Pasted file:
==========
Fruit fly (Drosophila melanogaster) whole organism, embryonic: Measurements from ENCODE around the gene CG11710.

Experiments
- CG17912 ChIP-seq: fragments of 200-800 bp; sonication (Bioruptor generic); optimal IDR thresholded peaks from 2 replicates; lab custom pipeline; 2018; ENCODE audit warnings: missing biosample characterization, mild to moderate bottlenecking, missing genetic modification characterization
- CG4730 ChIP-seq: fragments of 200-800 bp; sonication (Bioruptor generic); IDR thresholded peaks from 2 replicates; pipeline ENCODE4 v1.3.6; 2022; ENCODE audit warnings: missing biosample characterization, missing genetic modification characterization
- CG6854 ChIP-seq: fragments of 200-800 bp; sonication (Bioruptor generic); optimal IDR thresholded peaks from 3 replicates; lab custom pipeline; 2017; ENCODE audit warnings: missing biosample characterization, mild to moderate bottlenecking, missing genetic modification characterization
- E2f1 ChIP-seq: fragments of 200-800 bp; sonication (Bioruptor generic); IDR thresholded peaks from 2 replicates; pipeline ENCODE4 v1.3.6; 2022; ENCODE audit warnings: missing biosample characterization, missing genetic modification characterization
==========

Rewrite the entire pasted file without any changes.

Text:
Fruit fly (Drosophila melanogaster) whole organism, embryonic: Measurements from ENCODE around the gene CG11710.

Experiments
- CG17912 ChIP-seq: fragments of 200-800 bp; sonication (Bioruptor generic); optimal IDR thresholded peaks from 2 replicates; lab custom pipeline; 2018; ENCODE audit warnings: missing biosample characterization, mild to moderate bottlenecking, missing genetic modification characterization
- CG4730 ChIP-seq: fragments of 200-800 bp; sonication (Bioruptor generic); IDR thresholded peaks from 2 replicates; pipeline ENCODE4 v1.3.6; 2022; ENCODE audit warnings: missing biosample characterization, missing genetic modification characterization
- CG6854 ChIP-seq: fragments of 200-800 bp; sonication (Bioruptor generic); optimal IDR thresholded peaks from 3 replicates; lab custom pipeline; 2017; ENCODE audit warnings: missing biosample characterization, mild to moderate bottlenecking, missing genetic modification characterization
- E2f1 ChIP-seq: fragments of 200-800 bp; sonication (Bioruptor generic); IDR thresholded peaks from 2 replicates; pipeline ENCODE4 v1.3.6; 2022; ENCODE audit warnings: missing biosample characterization, missing genetic modification characterization